Hands-On With Microsoft Docs.com

Earlier this week, Microsoft launched its Facebook connected online office suite Docs.com. Docs offers online versions of Microsoft Word, Excel and PowerPoint. Users can also choose to share these documents with their Facebook friends. Overall, Docs falls somewhat short of being a replacement for a desktop office suite. Even though it offers a better interface than Google Docs and Zoho, its functionality often feels deliberately crippled in order to push users to use (and buy) Microsoft Office.

Word Web App

Among the three tools in Docs, the Word web app comes the closest to fulfilling its promises. While it isn't ready for managing highly complex documents, it's more than sufficient for editing standard text documents collaboratively.

The Word web app includes all the basic editing features one would expect from a stripped-down version of Word, but you can't add footnotes, for example, or insert tables from your Excel files. Thankfully, though, Word will not strip any of these features out of the file. Once you download the file or open it up in Word, your footnotes and will reappear.

This ability of Word to keep a document's formatting shows that Microsoft deliberately chose not to support these features in the web app.

Excel Web App

Among all of the apps, the Excel app is the most basic of the three apps included in the suite. It can only read documents in Microsoft's Office 2007 format, for example, while all the other tools also support older formats. That, by itself, could be a show-stopper for some users, but the most egregious omission here is that there is no graphical interface for entering a formula. Instead, you have to type every formula by hand, which is a slow and error-prone process.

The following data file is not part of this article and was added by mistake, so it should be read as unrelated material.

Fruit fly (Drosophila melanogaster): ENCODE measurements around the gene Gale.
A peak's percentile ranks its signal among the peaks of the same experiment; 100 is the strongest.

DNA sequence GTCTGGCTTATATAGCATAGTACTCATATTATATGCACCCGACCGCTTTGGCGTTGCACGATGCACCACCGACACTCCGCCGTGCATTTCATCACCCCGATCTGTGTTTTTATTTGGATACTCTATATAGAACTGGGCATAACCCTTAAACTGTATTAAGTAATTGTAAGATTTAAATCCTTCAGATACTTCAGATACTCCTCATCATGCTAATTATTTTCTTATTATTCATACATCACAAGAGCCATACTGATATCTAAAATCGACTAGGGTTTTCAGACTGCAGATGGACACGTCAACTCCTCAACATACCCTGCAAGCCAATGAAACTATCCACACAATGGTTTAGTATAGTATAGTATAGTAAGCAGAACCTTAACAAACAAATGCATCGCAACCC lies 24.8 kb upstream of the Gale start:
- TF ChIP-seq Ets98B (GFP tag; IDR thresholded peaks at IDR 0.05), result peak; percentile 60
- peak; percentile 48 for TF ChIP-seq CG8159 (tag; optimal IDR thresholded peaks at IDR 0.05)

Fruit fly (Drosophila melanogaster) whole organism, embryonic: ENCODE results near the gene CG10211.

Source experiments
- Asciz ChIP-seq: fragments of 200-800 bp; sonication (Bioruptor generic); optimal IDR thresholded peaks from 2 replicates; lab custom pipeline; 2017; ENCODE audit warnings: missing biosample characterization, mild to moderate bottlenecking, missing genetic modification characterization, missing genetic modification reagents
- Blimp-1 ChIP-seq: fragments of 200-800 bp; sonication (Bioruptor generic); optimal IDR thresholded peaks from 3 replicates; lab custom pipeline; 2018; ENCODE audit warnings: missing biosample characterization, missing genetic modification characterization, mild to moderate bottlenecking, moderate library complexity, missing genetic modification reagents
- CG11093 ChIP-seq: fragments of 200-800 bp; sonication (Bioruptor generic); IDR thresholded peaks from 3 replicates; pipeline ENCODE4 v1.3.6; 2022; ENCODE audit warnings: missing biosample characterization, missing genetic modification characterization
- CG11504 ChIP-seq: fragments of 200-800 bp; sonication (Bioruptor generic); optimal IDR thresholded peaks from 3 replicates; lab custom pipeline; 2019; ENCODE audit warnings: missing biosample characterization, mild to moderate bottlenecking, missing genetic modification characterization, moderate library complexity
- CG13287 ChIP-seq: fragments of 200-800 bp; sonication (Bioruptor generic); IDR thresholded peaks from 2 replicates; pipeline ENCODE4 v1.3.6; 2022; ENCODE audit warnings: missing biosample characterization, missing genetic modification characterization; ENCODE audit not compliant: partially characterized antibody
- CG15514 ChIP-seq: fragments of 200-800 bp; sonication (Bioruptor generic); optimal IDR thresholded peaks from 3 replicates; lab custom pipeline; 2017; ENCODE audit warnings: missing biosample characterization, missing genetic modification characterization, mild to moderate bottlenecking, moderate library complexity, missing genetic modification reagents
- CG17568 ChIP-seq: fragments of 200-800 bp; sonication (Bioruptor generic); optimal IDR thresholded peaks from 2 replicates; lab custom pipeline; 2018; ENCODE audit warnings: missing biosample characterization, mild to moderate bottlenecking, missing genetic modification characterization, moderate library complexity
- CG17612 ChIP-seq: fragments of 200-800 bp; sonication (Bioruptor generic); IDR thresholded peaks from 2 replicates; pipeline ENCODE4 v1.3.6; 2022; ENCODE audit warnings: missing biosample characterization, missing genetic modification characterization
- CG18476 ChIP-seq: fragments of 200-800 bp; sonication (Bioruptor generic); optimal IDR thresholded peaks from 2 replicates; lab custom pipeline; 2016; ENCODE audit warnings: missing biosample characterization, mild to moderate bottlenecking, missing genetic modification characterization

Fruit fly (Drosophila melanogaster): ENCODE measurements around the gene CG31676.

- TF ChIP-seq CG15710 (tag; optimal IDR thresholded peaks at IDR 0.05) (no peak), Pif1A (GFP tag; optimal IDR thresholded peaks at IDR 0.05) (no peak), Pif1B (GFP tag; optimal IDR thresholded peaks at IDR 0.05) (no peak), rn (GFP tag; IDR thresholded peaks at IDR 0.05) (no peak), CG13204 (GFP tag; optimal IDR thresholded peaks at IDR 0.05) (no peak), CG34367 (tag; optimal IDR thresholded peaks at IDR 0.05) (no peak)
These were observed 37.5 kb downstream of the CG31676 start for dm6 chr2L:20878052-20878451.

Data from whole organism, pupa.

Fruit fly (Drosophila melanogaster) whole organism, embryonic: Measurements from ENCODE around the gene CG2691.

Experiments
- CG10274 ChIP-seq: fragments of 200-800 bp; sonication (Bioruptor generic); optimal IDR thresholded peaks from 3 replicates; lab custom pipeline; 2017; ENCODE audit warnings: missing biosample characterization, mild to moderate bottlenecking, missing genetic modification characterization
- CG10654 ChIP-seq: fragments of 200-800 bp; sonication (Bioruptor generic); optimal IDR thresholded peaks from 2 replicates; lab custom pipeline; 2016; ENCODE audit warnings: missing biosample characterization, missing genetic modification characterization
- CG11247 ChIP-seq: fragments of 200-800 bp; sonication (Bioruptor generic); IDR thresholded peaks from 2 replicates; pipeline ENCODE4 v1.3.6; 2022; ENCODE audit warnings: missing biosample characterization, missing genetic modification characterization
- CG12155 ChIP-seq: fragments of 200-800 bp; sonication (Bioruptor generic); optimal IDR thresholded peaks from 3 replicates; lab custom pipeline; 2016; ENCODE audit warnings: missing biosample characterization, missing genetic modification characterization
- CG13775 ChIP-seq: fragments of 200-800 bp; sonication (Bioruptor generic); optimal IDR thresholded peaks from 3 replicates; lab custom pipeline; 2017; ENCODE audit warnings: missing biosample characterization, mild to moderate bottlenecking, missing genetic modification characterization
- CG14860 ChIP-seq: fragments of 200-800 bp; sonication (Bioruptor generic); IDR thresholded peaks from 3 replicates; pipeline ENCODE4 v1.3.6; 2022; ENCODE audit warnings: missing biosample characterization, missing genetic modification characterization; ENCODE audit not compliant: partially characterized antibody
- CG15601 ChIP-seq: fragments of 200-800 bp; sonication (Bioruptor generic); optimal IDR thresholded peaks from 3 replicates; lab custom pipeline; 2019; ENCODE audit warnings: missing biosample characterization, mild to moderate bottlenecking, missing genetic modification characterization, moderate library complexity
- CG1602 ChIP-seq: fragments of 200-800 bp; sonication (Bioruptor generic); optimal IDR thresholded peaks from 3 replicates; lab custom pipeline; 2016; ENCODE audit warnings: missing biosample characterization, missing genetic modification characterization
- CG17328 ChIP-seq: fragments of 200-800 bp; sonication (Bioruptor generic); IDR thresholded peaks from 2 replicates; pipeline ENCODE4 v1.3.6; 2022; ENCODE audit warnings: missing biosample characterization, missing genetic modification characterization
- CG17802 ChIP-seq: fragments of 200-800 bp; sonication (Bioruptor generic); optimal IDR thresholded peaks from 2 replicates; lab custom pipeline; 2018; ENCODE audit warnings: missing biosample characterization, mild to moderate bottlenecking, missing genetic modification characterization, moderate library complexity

The good news, though, is that the Excel web app can read all the formulas in imported files. It's clear, though, that the app is only really meant for editing existing documents and not for creating new ones.

PowerPoint Web App

The PowerPoint web app did a nice job at opening every PowerPoint file we threw at it. When it comes to editing, however, the app is also very stripped down. You can use it to create a basic outline of your presentation or change the order of your slieds, for example, but you can't add floating images, backgrounds and resize text and image fields. You can, however, add and edit SmartArt clips.


While the whole office suite ran very well in all the browsers we tested (except for Safari on the iPad, which displayed the documents just fine but crashed when we tried to edit), Microsoft still has to fix before Docs can become a run-away hit. While Docs has no issues importing most Microsoft Office documents, editing uploaded documents can be tricky. If you set Microsoft Office on the desktop to track the changes you make to a document, for example, the web apps will refuse to let you edit the document. We also ran unto issues with image uploads, which, at times, didn't finish. Docs also often complained that the images we tried to upload were not compatible with Docs, even though they were just standard JPEGs.


Microsoft clearly wants users to see Docs as an addition to the traditional Microsoft Office desktop suite and not as a replacement for Office. After using Docs for a while it quickly becomes obvious that a lot of the limitations Microsoft imposed are not due to the fact that Docs runs in the browser, but simply due to the fact that Microsoft didn't want to include them. While Microsoft is partnering with Facebook on this project, Docs feels like it is stuck between two worlds: the new reality of how people collaborate and share content online - and Microsoft's intent to preserve its old revenue streams for as long as possible.

To some degree, Docs feels similar to Apple's office suite for the iPad. While Pages, Numbers and Keynote on the iPad are sufficient for most basic tasks and hold a lot of promise, users with more than the most basic needs will come away frustrated.

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